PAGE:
“Our research has shown that students and their parents are becoming more and more interested in learning about and attending universities and colleges that practice, teach and support environmental responsibility,” said Robert Franek, senior vice president and publisher, The Princeton Review. “In fact, 64 percent of the nearly 12,000 college applicants and parents who participated in our recent College Hopes & Worries Survey said having information about a school’s commitment to the environment would impact their decision to apply to or attend it. We created this Guide to help them evaluate how institutions focus on environmental responsibility so they can make informed decisions as they move through the college assessment and application process.”
“Beyond the cost savings to an institution, even the simplest aspects of a green campus, such as increased use of natural light, have been found to improve student learning and quality of life,” said Rick Fedrizzi, president,
colleges more attractive to students and can dramatically reduce energy costs. Higher education is a top priority market segment for USGBC because graduates of green colleges become incredible drivers of change when they call for similar surroundings in their jobs and communities.”
How the Schools Were Chosen
The Princeton Review chose the 286 schools included in the guide based on the “Green Rating” scores the schools received in summer 2009 when The Princeton Review published Green Rating scores for 697 schools in its online college profiles and/or annual college guidebooks. The Princeton Review’s “Green Rating” is a numerical score from 60 – 99 that’s based on several data points. In 2008, The Princeton Review began collaborating with USGBC to help make the Green Rating survey questions as comprehensive and inclusive as possible. Of 697 schools that The Princeton Review gave “Green Ratings” to in 2009, the 286 schools in the Guide received scores in the 80th or higher percentile. The Princeton Review does not rank the schools in this book hierarchically (1 to 286) or in any of its books based on their “Green Rating” scores.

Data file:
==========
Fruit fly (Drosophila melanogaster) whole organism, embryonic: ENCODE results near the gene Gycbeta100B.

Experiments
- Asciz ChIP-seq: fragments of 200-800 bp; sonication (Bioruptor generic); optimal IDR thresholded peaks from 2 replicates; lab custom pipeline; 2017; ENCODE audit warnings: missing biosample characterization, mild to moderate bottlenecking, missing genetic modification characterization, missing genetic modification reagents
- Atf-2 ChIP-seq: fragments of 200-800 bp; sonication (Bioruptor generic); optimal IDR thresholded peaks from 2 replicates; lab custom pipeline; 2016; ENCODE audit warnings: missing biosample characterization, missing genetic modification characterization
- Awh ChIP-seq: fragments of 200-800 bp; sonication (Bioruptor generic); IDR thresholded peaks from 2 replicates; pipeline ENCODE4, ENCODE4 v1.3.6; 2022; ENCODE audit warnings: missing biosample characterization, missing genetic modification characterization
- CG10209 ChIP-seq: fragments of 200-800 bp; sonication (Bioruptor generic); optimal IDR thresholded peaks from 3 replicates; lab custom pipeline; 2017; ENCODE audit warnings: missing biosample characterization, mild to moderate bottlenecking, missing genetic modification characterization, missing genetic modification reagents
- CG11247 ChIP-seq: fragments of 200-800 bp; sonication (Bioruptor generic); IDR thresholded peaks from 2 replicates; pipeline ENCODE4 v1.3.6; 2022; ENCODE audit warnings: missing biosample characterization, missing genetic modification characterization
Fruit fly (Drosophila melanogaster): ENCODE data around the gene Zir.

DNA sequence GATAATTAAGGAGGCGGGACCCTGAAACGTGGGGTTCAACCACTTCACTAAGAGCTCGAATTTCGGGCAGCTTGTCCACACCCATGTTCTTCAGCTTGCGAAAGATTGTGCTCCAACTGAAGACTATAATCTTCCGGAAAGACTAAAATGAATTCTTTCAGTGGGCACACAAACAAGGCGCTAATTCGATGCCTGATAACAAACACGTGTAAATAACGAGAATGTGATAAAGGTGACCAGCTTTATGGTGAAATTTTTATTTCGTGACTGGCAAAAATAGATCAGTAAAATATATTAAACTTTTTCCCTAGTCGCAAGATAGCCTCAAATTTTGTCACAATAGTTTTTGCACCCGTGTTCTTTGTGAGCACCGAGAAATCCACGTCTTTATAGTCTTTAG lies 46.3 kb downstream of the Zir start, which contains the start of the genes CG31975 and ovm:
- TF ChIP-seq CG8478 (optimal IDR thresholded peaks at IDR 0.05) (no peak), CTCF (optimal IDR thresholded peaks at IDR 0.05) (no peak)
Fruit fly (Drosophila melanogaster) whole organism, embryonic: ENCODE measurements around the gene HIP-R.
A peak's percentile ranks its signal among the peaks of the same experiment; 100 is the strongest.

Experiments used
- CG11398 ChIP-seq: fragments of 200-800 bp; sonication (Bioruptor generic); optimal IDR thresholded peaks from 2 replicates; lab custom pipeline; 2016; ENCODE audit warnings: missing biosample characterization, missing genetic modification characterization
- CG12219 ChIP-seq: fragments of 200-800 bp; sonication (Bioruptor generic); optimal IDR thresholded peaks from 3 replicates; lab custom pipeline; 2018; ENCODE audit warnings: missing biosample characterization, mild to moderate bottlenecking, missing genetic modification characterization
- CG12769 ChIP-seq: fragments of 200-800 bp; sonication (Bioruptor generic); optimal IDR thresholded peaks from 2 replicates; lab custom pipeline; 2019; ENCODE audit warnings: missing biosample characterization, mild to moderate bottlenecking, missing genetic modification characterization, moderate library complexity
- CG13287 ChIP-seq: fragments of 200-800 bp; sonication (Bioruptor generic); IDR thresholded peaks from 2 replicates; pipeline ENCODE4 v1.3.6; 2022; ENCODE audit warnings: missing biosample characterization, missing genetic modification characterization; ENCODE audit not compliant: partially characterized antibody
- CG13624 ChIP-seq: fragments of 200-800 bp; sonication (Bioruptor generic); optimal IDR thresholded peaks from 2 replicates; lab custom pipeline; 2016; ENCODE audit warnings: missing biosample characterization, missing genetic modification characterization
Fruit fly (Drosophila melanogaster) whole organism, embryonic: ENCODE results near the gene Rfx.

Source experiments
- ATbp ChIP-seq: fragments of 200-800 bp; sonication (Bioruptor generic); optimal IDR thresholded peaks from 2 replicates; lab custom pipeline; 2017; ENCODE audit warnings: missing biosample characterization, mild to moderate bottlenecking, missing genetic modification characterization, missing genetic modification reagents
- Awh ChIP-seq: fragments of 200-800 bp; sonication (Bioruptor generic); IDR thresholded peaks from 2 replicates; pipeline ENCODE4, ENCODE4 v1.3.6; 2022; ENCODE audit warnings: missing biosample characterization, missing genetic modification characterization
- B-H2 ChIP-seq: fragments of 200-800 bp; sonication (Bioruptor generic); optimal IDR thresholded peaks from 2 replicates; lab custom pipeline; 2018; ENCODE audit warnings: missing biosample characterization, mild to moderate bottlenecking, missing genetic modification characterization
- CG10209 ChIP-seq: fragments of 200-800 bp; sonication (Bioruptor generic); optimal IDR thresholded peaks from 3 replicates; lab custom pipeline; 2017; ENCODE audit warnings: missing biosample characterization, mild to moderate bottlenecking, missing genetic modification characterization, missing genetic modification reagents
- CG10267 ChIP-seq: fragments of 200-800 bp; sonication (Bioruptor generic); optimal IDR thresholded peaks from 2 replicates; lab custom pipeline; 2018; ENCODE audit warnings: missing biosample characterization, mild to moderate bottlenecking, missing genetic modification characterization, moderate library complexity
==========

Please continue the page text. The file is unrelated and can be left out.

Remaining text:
About The Princeton Review
The Princeton Review (Nasdaq:
About the U.S. Green Building Council
The Washington, D.C.-based U.S. Green Building Council is committed to a prosperous and sustainable future for our nation through cost-efficient and energy-saving green buildings. With a community comprising 80 local affiliates, more than 18,500 member companies and organizations, and more than 155,000 LEED Professional Credential holders, USGBC is the driving force of an industry that is projected to contribute $554 billion in U.S. gross domestic product from 2009 – 2013. USGBC leads a diverse constituency of builders and environmentalists, corporations and nonprofit organizations, elected officials and concerned citizens, teachers and students. Building in the United States are responsible for 39 percent of CO2 emissions, 40 percent of energy consumption, 13 percent of water consumption and 15 percent of
The University of South Florida is one of the nation's top 63 public research universities and one of only 25 public research universities nationwide with very high research activity that is designated as community engaged by the Carnegie Foundation for the Advancement of Teaching. USF was awarded $380.4 million in research contracts and grants in FY 2008/2009. The university offers 232 degree programs at the undergraduate, graduate, specialist and doctoral levels, including the doctor of medicine. The USF System has a $1.8 billion annual budget, an annual economic impact of $3.2 billion, and serves more than 47,000 students on institutions/campuses in Tampa, St. Petersburg, Sarasota-Manatee and Lakeland. USF is a member of the Big East Athletic Conference.